Supported by tax payers on a city-owned island, New York City’s potter’s field is one of the country’s most inaccessible publicly funded spaces. The Hart Island cemetery is the secluded final resting place for over a million people, their bodies layered in trenches by inmates from nearby Rikers Island. An irregular ferry shuttles family members to a lonely gazebo and solitary tombstone on the edge of the island, the closest they can get to their loved ones.
The New York Daily News reported Wednesday that the New York Civil Liberties Union (NYCLU) is filing a class action lawsuit that Hart Island visiting conditions are violating civil rights. In the complaint, NYCLU decries the “disgraceful policy of barring gravesite visits on Hart Island.” The case’s lead counsel, NYCLU Associate Legal Director Christopher Dunn, added: “By preventing people from visiting the graves of their loved ones, the Department of Corrections is robbing people of the basic right to mourn and express their grief in the way they want.”
New York City is riddled with public spaces marred with accessibility issues, usually those that are privately-owned in exchange for zoning benefits, the most famous being Zuccotti Park, which hosted Occupy Wall Street. However, it’s even more shameful when it’s a place of mourning. Controlled by the Department of Correction, visiting Hart Island can be like entering a prison. IDs are checked, phones are taken, and the closely monitored visiting section is a disconnected, stark vista to the island with its rough ground and ruins from hospitals and other bleak history.
It’s a misconception that all the people buried on Hart Island were poor and anonymous. The city bought the island in 1869, and for over a century since it’s been a final destination for a diverse cross-section of people with no other option. Many homeless and people who died indigent are buried here, but so are unclaimed bodies, abandoned children who were born with HIV/AIDs, and stillborn babies whose mothers were offered the city burial, without it being explicitly explained just how unreachable that grave would be. Last month, Chris Arnade at the Awl told a devastating story about a prostitute named Millie buried on the island, whose body went unidentified. He wrote: “On the streets, little is certain. Hart Island magnifies that uncertainty, adding one more thing to fear about death — a place where you are buried in a trench that nobody can visit.” The Department of Correction site states Hart Island is open to the public, but getting even that limited access is an arduous process.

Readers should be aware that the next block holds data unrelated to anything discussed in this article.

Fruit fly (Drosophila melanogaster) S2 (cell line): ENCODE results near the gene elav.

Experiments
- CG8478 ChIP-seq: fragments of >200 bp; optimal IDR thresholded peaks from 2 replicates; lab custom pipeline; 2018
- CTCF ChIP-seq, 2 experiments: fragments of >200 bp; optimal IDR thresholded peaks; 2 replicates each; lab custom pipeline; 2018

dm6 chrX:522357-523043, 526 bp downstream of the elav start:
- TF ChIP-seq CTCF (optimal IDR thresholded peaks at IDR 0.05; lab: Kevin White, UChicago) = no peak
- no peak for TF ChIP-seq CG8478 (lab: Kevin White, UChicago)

In March of this year, I collaborated with Bess Lovejoy on an op-ed for the New York Times about the situation on Hart Island, timed alongside the reintroduction of legislature by NYC council members led by Elizabeth Crowley to move control from the Department of Correction to the Department of Parks and Recreation. That coupled with more frequent ferry service could transform Hart Island from a forgotten Bronx island into a public space. Artist Melinda Hunt has also been long rallying for more access through the Hart Island Project.
Visibility is essential for change at Hart Island. Last month, city officials organized a day when family members could give DNA samples, an effort to help identify remains in the mass grave. These small steps forward can resonate the personal connections to this place, where people are remembered and cannot be mourned, or completely forgotten and given the last insult of isolation.
The full NYCLU Hart Island Complaint can be read online.